With the help of a specialist consultant, the Stirling LEADER group (Scotland, United Kingdom) provides technical support to local businesses wishing to carry out an energy assessment. This consists of studying what improvements could be made to reduce energy consumption. When invited to undertake a collective approach, firms secured better prices for their electricity supplies from private enterprises which - as a result of deregulation - now distribute electricity throughout the country.
In order to facilitate the short-term viability of new, more environmentally-friendly forms of exploitation, it is also possible to harness external aid, such as, in the case of agriculture, CAP agro-environmental measures (former regulation 2078/92, regulations on organic farming, etc.).
d) Physical transformation of the environment
If commenced at the outset, this process, which normally begins after the other three, can be of demonstration value. In some cases, transforming the environment arouses interest and can even serve as an example to raise awareness and encourage negotiation.
In the Trièves area (Rhône-Alpes, France), the Terre Vivante centre, created by the LEADER group in partnership with an environmental association and a district council, provides examples of small scale sustainable exploitation systems (in the sphere of organic farming, gardening, waste treatment, etc.). The centre currently serves as the basis for initiatives to raise the awareness of farmers, residents, decision-makers, etc. and for demonstration projects.
This form of intervention is particularly useful in a deteriorated situation where urgent action is required.
In Vindlefjallen (Sweden), the LEADER group, faced with forest degradation stemming from intensive commercial exploitation of a single species used to make pulp for papermaking, set up a centre to demonstrate exploitation methods that respect biodiversity and local ecosystems, especially the wetlands.
3.2.4 Implementing a territorial project based on medium-term initiatives
At the implementation stage, the project’s credibility and feasibility come into play. It is then necessary to undertake more in-depth projects that can be completed in the medium term.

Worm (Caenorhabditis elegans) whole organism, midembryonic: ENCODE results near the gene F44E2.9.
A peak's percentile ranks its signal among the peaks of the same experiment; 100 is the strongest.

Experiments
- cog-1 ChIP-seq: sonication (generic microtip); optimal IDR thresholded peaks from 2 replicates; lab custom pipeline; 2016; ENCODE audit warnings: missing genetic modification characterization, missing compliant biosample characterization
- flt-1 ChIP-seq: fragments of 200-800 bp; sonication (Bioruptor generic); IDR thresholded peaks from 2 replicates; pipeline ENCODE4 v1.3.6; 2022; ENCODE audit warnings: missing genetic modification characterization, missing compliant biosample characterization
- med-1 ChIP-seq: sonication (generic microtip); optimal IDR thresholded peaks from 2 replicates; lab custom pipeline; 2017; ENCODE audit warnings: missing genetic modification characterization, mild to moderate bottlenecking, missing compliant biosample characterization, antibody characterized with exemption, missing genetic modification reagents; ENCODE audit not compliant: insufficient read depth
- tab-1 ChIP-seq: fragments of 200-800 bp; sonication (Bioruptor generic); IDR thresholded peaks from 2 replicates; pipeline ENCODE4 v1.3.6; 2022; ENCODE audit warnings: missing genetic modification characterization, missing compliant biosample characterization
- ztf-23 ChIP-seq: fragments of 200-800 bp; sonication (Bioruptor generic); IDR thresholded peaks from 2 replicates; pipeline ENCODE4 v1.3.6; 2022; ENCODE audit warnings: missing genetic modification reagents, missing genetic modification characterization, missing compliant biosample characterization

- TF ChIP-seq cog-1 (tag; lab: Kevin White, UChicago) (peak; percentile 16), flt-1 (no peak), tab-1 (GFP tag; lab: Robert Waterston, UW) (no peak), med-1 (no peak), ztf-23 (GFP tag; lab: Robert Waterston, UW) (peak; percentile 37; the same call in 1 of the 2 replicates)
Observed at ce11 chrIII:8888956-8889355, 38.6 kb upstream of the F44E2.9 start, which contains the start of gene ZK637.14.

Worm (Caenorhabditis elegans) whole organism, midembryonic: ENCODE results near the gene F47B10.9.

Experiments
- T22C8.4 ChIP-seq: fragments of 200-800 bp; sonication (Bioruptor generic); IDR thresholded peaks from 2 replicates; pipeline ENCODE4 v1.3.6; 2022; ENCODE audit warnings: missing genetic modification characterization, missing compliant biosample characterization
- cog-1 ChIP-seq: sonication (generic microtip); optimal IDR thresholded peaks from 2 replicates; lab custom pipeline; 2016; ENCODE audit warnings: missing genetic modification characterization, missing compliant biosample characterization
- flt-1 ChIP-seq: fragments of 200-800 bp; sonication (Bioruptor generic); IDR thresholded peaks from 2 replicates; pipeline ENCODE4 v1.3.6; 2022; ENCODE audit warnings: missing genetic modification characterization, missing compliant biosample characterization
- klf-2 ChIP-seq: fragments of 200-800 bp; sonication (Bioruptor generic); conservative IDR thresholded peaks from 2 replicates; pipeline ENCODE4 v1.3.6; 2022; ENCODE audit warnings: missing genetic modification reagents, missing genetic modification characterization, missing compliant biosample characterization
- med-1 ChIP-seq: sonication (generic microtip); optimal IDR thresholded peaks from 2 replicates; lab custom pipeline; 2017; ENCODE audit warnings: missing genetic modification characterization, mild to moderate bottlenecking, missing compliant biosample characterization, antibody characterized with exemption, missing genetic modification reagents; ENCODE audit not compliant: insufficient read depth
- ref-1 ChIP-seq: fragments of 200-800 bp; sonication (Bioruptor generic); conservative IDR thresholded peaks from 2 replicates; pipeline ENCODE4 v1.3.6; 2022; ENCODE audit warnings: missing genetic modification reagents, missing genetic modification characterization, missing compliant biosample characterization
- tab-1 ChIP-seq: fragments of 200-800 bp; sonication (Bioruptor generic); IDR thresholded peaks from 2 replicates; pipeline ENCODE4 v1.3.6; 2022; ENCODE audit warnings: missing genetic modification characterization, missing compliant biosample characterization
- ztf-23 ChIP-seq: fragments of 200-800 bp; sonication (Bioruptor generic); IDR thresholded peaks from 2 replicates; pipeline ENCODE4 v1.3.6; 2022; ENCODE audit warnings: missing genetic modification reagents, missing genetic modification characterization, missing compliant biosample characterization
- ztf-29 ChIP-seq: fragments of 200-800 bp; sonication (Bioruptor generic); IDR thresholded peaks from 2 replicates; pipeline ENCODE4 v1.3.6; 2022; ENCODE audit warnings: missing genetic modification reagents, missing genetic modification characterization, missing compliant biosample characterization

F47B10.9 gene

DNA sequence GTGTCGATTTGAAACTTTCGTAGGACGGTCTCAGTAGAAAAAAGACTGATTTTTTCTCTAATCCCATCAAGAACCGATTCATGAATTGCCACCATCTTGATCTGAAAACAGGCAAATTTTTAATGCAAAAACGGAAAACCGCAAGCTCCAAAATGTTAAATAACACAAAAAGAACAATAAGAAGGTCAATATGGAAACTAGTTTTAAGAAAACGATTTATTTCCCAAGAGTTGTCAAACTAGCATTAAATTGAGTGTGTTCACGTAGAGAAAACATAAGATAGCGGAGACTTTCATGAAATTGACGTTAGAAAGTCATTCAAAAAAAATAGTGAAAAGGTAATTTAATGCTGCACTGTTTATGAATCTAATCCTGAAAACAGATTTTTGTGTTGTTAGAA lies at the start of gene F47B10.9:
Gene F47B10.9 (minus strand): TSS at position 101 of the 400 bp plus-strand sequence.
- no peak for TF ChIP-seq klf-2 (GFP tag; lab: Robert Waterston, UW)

a) Knowledge and awareness
Research work backed up by researchers or academics may make it possible to further knowledge about the local environment and to highlight other opportunities.
With the aid of historians, anthropologists and the LEADER group, the inhabitants of South Pembrokeshire, Wales (United Kingdom), learned more about their area’s natural and architectural heritage prior to organising tourist activities. Raising the community’s awareness of the value of its heritage was one of the keys to success, leading to environmentally-friendly tourism based on the inhabitants’ new-found pride in their own development. Gradually, further elements of identity were integrated into the approach, such as the inhabitants’ traditional sense of hospitality and the region’s gastronomy.
Mobilising various players during the start-up phase makes it possible during the implementation phase to find ways of combining interests that make it easier to accommodate them. Indeed, a key role can be played by initiatives to settle conflicts between economic and ecological or individual and collective interests to ensure short-term performance without compromising long-term interests.
In eastern Styria (Austria), the movement for self-build solar energy collectors shows that, within a global project, economic interests (in this case, lower energy prices for users) can perfectly well exist alongside technical curiosity and idealism. After a slow start with part-time farmers from rural and peri-urban communities, the experiment was quickly extended to other regions and professional groups. An association was set up to support mutual aid groups in assembling solar panels. Contacts between groups, the association and suppliers made it possible to choose the most appropriate techniques. After 15 years of existence, the association has now become an international group of consultants and today the region is the largest consumer of solar energy in Europe - the factor on which it has based its distinctiveness.
c) Market penetration and search for external commitments
In the medium term, it is possible to penetrate markets for quality products situated outside the area, by cashing in on new consumer demands.
Nineteen farmers from the Coteaux du Lyonnais region (Rhône-Alpes, France) organised themselves into an economic interest group (EIG) in order to sell their products from a collective point of sale. A fruit processing building made available by a member of the EIG is used as the sales premises (25 km from Lyon). A varied range of products is on offer: fresh fruit, fresh vegetables, jams, fruit juices, wines, sheep’s cheese, sausages, poultry, rabbits, pâtés, terrines and fruit sorbets. This approach is a novel one in that urban consumers come to spend a weekend in the country, where they produce their own tarts, pâtés and apple turnovers. This has the advantage of reassuring Lyon city-dwellers about the quality of the products they consume.